"What would be the consequence of this difference in the rates of profit for capitals employed in the different branches of industry? Why, the consequence that generally obtains whenever, from whatever reason, the average rate of profit comes to differ in different spheres of production. Capital and labour would be transferred from the less remunerative to the more remunerative branches; and this process of transfer would go on until the supply in the one department of industry would have risen proportionately to the increased demand, and would have sunk in the other departments according to the decreased demand. This change effected, the general rate of profit would again be equalised in the different branches. As the whole derangement originally arose from a mere change in the proportion of the demand for, and supply of, different commodities, the cause ceasing, the effect would cease, and PRICES would return to their former level and equilibrium. Instead of being limited to some branches of industry, the fall in the rate of profit consequent upon the rise of wages would have become general. According to our supposition, there would have taken place no change in the productive powers of labour, nor in the aggregate amount of production, but that given amount of production would have changed its form. A greater part of the produce would exist in the shape of necessaries, a lesser part in the shape of luxuries, or what comes to the same, a lesser part would be exchanged for foreign luxuries, and be consumed in its original form, or, what again comes to the same, a greater part of the native produce would be exchanged for foreign necessaries instead of for luxuries. The general rise in the rate of wages would, therefore, after a temporary disturbance of market prices, only result in a general fall of the rate of profit without any permanent change in the prices of commodities. If I am told that in the previous argument I assume the whole surplus wages to be spent upon necessaries, I answer that I have made the supposition most advantageous to the opinion of Citizen Weston. If the surplus wages were spent upon articles formerly not entering into the consumption of the working men, the real increase of their purchasing power would need no proof. Being, however, only derived from an advance of wages, that increase of their purchasing power must exactly correspond to the decrease of the purchasing power of the capitalists. The aggregate demand for commodities would, therefore, not increase, but the constituent parts of that demand would change. The increasing demand on the one side would be counterbalanced by the decreasing demand on the other side. Thus the aggregate demand remaining stationary, no change whatever could take place in the market prices of commodities."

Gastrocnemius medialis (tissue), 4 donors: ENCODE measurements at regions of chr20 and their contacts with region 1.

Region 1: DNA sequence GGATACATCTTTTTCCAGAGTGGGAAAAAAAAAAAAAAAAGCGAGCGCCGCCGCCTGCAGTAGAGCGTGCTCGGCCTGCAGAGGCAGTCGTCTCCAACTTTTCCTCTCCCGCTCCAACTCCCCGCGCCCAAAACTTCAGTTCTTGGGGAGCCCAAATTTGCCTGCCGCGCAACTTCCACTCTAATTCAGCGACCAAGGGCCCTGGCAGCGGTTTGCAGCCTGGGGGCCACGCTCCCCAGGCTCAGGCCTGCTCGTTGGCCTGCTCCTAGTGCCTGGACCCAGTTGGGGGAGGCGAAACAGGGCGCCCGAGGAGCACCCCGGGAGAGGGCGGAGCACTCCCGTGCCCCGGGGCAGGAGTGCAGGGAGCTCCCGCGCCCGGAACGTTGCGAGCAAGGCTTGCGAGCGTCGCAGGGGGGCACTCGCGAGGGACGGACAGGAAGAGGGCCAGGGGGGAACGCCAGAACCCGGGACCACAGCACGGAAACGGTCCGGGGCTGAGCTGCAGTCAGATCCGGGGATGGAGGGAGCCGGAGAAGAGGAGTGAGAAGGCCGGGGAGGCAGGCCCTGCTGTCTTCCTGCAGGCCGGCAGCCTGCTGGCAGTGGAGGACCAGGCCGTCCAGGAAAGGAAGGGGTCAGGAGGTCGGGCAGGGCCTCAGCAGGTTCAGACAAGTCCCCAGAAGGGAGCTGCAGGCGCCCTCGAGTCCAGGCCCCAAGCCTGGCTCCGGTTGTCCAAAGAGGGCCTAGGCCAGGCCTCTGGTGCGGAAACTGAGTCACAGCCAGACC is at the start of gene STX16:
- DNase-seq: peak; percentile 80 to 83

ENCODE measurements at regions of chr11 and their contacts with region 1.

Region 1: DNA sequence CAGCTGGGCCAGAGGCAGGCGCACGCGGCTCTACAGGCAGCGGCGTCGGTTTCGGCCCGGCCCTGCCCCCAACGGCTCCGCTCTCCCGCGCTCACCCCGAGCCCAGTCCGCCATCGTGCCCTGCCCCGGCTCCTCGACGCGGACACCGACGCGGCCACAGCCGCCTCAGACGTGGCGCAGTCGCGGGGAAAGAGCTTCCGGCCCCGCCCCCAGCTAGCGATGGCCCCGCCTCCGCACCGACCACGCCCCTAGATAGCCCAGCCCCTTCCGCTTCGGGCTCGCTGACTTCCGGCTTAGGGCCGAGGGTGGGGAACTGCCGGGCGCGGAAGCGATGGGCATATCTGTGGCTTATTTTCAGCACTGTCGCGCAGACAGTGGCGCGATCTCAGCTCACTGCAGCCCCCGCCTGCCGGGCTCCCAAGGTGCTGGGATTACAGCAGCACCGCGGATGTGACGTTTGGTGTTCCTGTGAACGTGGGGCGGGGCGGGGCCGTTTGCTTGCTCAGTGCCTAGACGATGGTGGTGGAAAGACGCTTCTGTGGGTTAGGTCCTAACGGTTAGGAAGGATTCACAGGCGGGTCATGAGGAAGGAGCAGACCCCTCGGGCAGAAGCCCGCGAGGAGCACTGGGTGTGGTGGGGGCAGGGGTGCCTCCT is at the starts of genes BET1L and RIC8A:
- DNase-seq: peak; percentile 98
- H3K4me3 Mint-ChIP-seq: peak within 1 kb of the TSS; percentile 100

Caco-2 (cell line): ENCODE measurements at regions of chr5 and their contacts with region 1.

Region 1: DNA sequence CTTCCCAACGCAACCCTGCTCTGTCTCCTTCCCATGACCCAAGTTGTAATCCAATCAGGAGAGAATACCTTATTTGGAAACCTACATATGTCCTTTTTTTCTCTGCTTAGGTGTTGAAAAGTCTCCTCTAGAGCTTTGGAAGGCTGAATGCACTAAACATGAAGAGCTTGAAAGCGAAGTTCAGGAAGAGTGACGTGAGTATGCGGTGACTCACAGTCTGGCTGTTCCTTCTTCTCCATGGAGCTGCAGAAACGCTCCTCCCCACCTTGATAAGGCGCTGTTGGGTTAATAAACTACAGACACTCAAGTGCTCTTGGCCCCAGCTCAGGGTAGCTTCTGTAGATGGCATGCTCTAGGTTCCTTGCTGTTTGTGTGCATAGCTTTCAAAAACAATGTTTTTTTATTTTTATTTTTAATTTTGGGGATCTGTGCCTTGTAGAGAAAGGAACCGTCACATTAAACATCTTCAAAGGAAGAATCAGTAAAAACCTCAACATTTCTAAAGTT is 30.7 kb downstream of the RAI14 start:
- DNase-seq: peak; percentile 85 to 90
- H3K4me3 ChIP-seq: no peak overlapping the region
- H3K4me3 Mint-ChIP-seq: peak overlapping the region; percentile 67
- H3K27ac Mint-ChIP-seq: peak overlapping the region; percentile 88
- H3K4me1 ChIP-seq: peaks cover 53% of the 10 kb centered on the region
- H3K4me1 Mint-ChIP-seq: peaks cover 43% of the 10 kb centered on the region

(Value, Price and Profit, Chapter 2)

Because a fall in the value of luxury goods does not affect the value of labour-power, or rate of surplus value, it cannot result in a rise in the rate of profit due to the latter. If the value of luxury goods falls, because of a rise in productivity, in that sector, it may result in a fall in the mass and rate of profit in that sector. If the rise in productivity results in workers in the luxury industry being made redundant, then the smaller quantity of employed labour will produce less new value, and surplus value. 

“In practice, therefore, the manufacturer of luxury articles seeks to depress the wages of labour below its value, [below] its minimum. This he is able to do because of the relative surplus population engendered by increasing productivity in other branches of industry, for example among knitters. Or—as likewise happens in these branches—he seeks to extend the absolute labour-time, thus, in fact, producing absolute surplus-value. It is correct, however, that productivity in the luxury industries cannot reduce the value of labour-power, it cannot produce any relative surplus-value and, in general, cannot produce that form of surplus-value which results from the growing productivity of industry as such.” (p 350) 

No comments: